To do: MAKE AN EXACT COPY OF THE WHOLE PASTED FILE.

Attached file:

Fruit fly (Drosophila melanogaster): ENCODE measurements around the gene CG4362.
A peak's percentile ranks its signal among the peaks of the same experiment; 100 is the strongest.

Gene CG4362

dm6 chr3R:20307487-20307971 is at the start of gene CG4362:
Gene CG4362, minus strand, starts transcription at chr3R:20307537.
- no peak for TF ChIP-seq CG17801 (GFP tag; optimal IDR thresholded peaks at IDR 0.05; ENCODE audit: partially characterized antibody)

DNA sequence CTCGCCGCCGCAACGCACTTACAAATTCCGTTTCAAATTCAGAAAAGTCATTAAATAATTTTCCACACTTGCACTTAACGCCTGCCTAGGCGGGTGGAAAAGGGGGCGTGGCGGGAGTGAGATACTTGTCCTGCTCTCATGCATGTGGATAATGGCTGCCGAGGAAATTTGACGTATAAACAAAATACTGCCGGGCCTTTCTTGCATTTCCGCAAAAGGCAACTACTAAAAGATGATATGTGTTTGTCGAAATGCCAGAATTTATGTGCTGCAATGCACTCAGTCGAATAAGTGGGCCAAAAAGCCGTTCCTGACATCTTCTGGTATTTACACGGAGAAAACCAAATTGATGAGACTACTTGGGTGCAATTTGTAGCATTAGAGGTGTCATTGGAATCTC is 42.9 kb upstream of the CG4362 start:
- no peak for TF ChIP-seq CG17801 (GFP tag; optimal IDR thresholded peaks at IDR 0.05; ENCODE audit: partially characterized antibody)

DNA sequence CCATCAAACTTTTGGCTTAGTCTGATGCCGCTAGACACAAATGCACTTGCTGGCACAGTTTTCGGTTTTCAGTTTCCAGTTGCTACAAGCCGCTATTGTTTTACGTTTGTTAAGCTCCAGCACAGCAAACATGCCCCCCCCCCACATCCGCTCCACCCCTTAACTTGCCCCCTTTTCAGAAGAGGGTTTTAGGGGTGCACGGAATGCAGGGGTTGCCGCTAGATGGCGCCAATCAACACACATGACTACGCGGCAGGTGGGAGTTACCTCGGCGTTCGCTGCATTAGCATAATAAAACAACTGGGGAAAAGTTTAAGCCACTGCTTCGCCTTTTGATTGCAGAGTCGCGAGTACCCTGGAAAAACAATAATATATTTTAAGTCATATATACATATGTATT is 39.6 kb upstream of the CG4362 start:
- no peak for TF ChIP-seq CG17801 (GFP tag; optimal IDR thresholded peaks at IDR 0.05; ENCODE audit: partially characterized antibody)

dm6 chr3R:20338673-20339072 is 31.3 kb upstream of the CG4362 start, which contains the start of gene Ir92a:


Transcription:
Fruit fly (Drosophila melanogaster): ENCODE measurements around the gene CG4362.
A peak's percentile ranks its signal among the peaks of the same experiment; 100 is the strongest.

Gene CG4362

dm6 chr3R:20307487-20307971 is at the start of gene CG4362:
Gene CG4362, minus strand, starts transcription at chr3R:20307537.
- no peak for TF ChIP-seq CG17801 (GFP tag; optimal IDR thresholded peaks at IDR 0.05; ENCODE audit: partially characterized antibody)

DNA sequence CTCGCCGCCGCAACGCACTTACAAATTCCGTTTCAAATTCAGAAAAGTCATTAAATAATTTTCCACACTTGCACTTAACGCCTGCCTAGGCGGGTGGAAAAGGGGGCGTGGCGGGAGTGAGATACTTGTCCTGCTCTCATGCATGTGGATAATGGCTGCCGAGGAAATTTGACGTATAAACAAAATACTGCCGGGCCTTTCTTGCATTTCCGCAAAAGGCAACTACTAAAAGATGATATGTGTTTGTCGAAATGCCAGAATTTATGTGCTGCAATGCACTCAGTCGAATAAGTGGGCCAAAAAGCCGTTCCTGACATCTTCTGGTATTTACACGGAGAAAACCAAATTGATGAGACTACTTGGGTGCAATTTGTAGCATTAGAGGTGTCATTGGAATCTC is 42.9 kb upstream of the CG4362 start:
- no peak for TF ChIP-seq CG17801 (GFP tag; optimal IDR thresholded peaks at IDR 0.05; ENCODE audit: partially characterized antibody)

DNA sequence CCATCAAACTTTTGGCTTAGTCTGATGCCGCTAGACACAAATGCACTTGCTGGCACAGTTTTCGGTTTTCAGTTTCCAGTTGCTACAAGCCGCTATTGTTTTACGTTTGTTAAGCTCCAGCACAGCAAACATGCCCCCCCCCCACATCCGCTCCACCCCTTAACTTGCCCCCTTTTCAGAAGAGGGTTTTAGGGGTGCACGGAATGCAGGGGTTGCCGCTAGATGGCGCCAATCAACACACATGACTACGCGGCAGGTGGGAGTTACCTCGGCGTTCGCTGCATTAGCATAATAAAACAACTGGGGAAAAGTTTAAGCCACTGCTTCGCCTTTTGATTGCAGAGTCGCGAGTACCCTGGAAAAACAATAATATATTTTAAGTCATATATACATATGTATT is 39.6 kb upstream of the CG4362 start:
- no peak for TF ChIP-seq CG17801 (GFP tag; optimal IDR thresholded peaks at IDR 0.05; ENCODE audit: partially characterized antibody)

dm6 chr3R:20338673-20339072 is 31.3 kb upstream of the CG4362 start, which contains the start of gene Ir92a: